by J.D. Heyes
A federal judge has partially dismissed a lawsuit brought by two local commercial alfalfa farmers in Oregon and backed by biotech giant Monsanto who sought to overturn a Jackson County ordinance banning the use of GMO seeds.
As reported by Revolution News and The National Law Review, U.S. District Judge Mark D. Clarke struck down the farmers' claim that the anti-GMO ordinance, which was approved overwhelmingly a year ago and is set to take effect June 5, was in violation of the Oregon Right to Farm Act because it was a violation of their right to farm.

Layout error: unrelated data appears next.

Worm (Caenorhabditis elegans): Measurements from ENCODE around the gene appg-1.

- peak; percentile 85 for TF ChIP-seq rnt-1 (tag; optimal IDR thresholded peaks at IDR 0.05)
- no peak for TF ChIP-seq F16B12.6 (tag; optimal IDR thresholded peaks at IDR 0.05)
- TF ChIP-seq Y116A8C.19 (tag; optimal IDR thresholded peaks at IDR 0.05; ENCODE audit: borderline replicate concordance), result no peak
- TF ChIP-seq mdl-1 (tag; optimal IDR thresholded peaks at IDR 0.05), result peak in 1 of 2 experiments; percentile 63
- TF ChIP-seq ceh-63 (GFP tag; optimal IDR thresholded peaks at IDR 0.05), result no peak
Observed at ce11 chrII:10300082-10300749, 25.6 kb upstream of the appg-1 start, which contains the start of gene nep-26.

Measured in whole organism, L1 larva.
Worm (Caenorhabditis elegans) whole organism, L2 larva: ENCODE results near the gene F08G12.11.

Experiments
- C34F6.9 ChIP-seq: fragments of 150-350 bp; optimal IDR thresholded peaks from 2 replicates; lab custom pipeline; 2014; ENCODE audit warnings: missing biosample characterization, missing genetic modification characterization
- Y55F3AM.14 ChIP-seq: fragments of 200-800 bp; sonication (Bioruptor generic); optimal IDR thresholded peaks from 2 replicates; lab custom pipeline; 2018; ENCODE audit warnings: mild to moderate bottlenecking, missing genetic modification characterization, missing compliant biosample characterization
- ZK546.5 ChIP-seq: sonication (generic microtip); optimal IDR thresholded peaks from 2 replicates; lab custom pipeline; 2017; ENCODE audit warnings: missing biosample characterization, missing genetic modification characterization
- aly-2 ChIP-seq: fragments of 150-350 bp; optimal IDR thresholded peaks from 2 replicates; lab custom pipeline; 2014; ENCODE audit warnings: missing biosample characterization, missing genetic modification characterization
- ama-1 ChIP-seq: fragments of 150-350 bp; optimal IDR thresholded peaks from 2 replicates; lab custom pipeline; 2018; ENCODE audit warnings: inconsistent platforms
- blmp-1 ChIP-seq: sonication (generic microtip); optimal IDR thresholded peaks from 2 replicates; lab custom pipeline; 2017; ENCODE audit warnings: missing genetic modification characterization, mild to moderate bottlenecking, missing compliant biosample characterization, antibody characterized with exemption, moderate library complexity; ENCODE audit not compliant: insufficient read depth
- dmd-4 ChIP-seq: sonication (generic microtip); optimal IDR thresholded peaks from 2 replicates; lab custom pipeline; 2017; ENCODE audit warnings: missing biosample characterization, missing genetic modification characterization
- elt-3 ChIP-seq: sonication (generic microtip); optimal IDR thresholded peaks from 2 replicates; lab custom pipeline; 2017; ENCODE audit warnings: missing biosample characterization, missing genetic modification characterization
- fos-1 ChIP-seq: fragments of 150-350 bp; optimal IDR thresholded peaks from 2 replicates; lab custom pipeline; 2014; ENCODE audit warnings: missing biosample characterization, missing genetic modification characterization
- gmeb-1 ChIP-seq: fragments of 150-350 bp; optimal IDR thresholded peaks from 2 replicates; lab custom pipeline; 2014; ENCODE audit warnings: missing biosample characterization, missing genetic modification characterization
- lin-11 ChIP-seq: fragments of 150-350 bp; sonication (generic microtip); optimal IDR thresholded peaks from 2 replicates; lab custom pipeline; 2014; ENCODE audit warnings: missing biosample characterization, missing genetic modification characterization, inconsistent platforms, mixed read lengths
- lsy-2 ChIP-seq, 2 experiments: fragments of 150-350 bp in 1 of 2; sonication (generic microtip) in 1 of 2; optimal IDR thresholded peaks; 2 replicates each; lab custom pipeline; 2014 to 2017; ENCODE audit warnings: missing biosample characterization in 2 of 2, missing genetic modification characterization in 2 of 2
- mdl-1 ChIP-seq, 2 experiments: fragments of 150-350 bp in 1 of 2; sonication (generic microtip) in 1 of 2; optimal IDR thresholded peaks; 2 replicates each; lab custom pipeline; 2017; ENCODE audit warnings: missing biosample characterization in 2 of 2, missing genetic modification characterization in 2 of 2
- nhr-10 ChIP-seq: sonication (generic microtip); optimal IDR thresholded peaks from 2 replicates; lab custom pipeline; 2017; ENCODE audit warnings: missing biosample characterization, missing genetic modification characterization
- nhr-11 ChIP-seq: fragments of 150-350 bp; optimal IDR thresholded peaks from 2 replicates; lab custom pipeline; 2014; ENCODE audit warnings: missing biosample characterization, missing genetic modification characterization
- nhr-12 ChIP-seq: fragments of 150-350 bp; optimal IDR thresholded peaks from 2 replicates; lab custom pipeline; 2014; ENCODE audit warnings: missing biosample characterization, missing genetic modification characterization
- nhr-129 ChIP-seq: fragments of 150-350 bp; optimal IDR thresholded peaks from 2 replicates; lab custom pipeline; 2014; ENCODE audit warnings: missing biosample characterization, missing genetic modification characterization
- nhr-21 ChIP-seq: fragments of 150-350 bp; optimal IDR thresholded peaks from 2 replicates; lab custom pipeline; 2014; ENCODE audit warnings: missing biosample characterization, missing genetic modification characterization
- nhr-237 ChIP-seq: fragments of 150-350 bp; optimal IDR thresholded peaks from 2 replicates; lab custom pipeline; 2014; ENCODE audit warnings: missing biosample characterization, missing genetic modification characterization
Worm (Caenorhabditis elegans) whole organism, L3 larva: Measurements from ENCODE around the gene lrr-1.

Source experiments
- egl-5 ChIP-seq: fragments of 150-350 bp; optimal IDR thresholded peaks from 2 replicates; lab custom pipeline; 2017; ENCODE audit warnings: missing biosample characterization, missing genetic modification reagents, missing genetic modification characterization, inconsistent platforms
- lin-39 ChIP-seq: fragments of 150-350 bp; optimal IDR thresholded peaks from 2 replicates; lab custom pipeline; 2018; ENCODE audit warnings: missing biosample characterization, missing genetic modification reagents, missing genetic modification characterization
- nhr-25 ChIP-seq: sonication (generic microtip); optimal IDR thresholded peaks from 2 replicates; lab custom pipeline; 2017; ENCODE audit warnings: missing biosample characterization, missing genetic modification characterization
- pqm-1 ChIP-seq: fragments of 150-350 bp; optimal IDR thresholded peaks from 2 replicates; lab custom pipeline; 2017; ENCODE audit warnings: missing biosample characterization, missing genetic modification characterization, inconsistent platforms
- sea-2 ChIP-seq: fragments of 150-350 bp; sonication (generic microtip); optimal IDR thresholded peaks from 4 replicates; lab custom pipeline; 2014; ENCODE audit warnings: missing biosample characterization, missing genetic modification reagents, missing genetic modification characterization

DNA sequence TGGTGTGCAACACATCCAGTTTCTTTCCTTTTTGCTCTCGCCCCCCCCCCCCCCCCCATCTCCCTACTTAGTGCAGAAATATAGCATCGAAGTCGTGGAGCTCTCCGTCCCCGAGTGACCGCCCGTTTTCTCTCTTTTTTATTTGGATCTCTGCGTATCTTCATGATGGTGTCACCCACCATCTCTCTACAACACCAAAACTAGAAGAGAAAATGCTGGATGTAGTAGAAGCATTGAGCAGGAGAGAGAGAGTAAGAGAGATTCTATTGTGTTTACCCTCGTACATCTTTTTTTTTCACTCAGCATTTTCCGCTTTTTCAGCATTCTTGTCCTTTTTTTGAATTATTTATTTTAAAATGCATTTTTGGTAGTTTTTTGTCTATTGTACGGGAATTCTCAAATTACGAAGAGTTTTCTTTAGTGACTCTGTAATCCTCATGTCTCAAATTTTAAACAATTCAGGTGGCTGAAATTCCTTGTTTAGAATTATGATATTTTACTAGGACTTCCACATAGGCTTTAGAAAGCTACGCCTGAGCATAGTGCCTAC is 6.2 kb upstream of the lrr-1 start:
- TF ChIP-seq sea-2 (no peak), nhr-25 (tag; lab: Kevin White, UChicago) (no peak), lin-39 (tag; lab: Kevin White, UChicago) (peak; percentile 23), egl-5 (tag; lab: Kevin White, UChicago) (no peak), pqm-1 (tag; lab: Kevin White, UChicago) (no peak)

In part, the ordinance reads, "It is a county violation for any person or entity to propagate, cultivate, raise, or grow genetically engineered plants within Jackson County."
In his ruling, Clarke said that, while the farming rights law prohibits ordinances and lawsuits that seek to treat common farming methods as trespass or nuisance, it does not protect activities that can harm commercial agriculture. The federal magistrate agreed with the defendants who argued that there was potential to taint organic crops as a result of cross-pollination with nearby commercial GMO crops.
"While farming practices may not be limited by a suburbanite's sensitivities, they may be limited if they cause damage to another farm's crops," Clark said. "Farmers have always been able to bring claims against other farmers [under the Right to Farm Act] for practices that cause actionable damage to their commercial agriculture products," and the local county ordinance simply "serves to prevent such damage before it happens," he wrote.